The soundtrack is again, in SuperGiant fashion, sublime. Each team has an incredibly catchy theme song branding from eerie techno to riff heavy punk rock, it's a treat to the ears from start to finish. I don't often go looking for game original sound tracks, but I will for Pyre, they've really outdone themselves.

The visuals of the game has a sharp and colorful hand drawn style, vaguely reminiscent of old Final Fantasy games, it's closer to Bastion than it is to Transistor, but its own thing nonetheless.

The game is not without it's faults, to be sure. There is a lot of reading. I understand there was no way to have all these fun complex interactions between you, your team members, and the opposing teams while also having the game be fully voiced, but holy hell there can be a lot of reading.

There is also a bit of a disconnect between the gameplay of the rites and the sort of visual novel that plays out between them. You spend about 50 minutes of each hour playing the game on the visual novel side of the game, and the remaining 10 actually conducting rites, which is one of the more valid criticisms of the game since it can feel like very little time is actually spent playing (which itself is very fun). The game mitigates this a bit by upping the frequency of the rites as you progress through the story, but it can be a bit of a slog at first.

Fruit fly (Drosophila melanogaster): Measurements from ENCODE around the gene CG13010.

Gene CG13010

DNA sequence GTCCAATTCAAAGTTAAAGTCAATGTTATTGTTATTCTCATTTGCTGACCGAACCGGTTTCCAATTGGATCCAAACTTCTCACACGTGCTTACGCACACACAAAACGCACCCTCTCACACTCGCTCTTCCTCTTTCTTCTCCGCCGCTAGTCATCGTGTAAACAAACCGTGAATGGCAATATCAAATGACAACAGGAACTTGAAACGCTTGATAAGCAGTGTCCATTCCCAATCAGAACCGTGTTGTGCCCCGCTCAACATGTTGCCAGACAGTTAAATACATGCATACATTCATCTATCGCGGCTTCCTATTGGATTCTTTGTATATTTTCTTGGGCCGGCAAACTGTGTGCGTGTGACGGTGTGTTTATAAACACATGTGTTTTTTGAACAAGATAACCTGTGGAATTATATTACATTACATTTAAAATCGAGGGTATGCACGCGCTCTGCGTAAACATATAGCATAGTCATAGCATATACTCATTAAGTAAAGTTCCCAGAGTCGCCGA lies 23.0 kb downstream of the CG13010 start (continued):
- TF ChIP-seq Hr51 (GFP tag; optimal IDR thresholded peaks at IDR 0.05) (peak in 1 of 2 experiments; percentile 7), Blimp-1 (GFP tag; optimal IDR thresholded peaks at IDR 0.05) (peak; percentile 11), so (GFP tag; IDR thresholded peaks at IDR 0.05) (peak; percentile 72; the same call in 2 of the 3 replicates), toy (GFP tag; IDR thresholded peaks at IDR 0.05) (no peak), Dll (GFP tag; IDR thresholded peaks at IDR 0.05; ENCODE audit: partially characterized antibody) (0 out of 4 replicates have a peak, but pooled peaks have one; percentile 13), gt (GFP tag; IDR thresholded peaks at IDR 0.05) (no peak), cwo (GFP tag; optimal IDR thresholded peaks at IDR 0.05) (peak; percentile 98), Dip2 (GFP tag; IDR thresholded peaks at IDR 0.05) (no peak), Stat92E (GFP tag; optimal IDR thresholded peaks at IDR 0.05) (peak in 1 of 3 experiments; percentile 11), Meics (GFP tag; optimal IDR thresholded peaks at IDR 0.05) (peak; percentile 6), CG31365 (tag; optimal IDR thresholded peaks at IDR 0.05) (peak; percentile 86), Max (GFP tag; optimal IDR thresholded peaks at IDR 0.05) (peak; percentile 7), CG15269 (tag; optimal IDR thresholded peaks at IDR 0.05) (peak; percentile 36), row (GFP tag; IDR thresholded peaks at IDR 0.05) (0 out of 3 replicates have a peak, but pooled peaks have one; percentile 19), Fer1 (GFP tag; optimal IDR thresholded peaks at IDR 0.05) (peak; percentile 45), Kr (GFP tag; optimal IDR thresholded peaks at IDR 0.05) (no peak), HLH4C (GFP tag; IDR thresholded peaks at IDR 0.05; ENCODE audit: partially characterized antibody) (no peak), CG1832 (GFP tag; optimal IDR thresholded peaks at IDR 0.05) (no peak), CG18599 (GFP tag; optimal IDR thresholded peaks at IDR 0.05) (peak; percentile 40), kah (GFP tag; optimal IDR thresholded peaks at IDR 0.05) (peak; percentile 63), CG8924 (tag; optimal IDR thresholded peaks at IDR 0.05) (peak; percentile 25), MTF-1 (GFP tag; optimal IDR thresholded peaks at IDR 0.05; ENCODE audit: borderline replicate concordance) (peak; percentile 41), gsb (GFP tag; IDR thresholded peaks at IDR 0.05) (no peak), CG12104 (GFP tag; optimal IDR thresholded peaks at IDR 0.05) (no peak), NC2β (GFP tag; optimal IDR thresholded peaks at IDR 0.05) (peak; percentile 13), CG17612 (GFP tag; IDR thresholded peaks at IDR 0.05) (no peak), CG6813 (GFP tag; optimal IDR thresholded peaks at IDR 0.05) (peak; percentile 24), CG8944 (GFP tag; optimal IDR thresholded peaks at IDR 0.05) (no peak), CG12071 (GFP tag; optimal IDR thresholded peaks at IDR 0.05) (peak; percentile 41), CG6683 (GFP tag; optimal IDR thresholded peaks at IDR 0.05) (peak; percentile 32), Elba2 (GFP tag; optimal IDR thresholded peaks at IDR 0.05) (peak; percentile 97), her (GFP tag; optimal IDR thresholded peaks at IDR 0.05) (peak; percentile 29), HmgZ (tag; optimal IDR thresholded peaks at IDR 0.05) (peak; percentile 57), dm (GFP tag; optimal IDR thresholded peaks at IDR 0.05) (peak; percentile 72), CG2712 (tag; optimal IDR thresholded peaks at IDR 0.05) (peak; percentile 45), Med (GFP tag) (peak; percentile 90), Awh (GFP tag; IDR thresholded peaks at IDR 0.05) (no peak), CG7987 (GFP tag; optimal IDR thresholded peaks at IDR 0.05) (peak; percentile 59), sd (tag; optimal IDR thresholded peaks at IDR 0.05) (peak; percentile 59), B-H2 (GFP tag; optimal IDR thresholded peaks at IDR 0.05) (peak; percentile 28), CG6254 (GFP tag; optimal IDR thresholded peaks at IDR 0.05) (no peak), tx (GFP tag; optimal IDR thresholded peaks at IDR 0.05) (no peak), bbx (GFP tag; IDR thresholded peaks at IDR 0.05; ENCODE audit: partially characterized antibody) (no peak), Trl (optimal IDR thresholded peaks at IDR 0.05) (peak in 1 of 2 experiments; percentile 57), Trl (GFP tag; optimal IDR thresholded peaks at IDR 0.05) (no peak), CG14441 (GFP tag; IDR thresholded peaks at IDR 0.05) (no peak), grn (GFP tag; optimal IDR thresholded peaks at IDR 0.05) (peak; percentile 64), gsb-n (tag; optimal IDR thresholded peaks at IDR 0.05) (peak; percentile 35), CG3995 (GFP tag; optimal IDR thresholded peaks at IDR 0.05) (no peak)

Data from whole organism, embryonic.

All told, if you like Supergiant's games and you understand that this is nothing at all like Bastion or Transistor (although it does build upon concepts introduced in those games), you will deeply enjoy this game.

It goes on sale for $5.00 basically every sale, so even if you're not entirely sure what you're getting into, there is a very low cost of entry to try out something wonderful and new.
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No Lifer
Jul 15, 2003